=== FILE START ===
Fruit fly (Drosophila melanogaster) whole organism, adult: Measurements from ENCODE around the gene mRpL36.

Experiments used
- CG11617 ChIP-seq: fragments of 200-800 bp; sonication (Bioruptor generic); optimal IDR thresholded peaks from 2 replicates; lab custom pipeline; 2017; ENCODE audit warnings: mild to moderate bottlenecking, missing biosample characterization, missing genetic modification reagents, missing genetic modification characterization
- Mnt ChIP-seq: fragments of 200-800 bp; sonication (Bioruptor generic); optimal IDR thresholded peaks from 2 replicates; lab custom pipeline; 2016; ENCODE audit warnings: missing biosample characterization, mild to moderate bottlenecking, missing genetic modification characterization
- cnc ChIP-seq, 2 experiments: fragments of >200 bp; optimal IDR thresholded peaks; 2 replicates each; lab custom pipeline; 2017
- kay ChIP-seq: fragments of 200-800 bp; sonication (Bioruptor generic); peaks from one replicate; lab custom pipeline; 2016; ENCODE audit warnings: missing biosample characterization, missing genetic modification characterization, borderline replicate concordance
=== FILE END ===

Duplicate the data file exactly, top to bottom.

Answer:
Fruit fly (Drosophila melanogaster) whole organism, adult: Measurements from ENCODE around the gene mRpL36.

Experiments used
- CG11617 ChIP-seq: fragments of 200-800 bp; sonication (Bioruptor generic); optimal IDR thresholded peaks from 2 replicates; lab custom pipeline; 2017; ENCODE audit warnings: mild to moderate bottlenecking, missing biosample characterization, missing genetic modification reagents, missing genetic modification characterization
- Mnt ChIP-seq: fragments of 200-800 bp; sonication (Bioruptor generic); optimal IDR thresholded peaks from 2 replicates; lab custom pipeline; 2016; ENCODE audit warnings: missing biosample characterization, mild to moderate bottlenecking, missing genetic modification characterization
- cnc ChIP-seq, 2 experiments: fragments of >200 bp; optimal IDR thresholded peaks; 2 replicates each; lab custom pipeline; 2017
- kay ChIP-seq: fragments of 200-800 bp; sonication (Bioruptor generic); peaks from one replicate; lab custom pipeline; 2016; ENCODE audit warnings: missing biosample characterization, missing genetic modification characterization, borderline replicate concordance